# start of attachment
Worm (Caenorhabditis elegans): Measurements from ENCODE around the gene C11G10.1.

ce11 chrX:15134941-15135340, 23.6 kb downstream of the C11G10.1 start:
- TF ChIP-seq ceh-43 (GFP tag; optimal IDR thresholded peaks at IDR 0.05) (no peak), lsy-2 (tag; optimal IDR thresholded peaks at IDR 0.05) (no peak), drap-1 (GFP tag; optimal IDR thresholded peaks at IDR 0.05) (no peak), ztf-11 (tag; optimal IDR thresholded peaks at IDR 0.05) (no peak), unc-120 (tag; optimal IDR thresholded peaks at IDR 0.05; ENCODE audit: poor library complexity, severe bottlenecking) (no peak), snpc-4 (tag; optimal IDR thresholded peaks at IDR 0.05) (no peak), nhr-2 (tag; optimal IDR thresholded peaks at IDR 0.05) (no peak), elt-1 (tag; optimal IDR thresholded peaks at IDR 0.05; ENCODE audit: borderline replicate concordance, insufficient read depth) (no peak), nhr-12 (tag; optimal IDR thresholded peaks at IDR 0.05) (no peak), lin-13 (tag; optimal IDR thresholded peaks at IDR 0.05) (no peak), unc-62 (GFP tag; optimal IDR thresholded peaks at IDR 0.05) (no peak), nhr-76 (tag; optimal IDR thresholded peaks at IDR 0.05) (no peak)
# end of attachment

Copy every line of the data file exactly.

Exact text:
Worm (Caenorhabditis elegans): Measurements from ENCODE around the gene C11G10.1.

ce11 chrX:15134941-15135340, 23.6 kb downstream of the C11G10.1 start:
- TF ChIP-seq ceh-43 (GFP tag; optimal IDR thresholded peaks at IDR 0.05) (no peak), lsy-2 (tag; optimal IDR thresholded peaks at IDR 0.05) (no peak), drap-1 (GFP tag; optimal IDR thresholded peaks at IDR 0.05) (no peak), ztf-11 (tag; optimal IDR thresholded peaks at IDR 0.05) (no peak), unc-120 (tag; optimal IDR thresholded peaks at IDR 0.05; ENCODE audit: poor library complexity, severe bottlenecking) (no peak), snpc-4 (tag; optimal IDR thresholded peaks at IDR 0.05) (no peak), nhr-2 (tag; optimal IDR thresholded peaks at IDR 0.05) (no peak), elt-1 (tag; optimal IDR thresholded peaks at IDR 0.05; ENCODE audit: borderline replicate concordance, insufficient read depth) (no peak), nhr-12 (tag; optimal IDR thresholded peaks at IDR 0.05) (no peak), lin-13 (tag; optimal IDR thresholded peaks at IDR 0.05) (no peak), unc-62 (GFP tag; optimal IDR thresholded peaks at IDR 0.05) (no peak), nhr-76 (tag; optimal IDR thresholded peaks at IDR 0.05) (no peak)